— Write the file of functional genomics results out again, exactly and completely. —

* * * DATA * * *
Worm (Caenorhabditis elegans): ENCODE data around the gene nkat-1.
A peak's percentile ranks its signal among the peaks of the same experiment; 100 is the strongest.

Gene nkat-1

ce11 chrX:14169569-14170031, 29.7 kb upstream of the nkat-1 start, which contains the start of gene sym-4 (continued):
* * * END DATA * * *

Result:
Worm (Caenorhabditis elegans): ENCODE data around the gene nkat-1.
A peak's percentile ranks its signal among the peaks of the same experiment; 100 is the strongest.

Gene nkat-1

ce11 chrX:14169569-14170031, 29.7 kb upstream of the nkat-1 start, which contains the start of gene sym-4 (continued):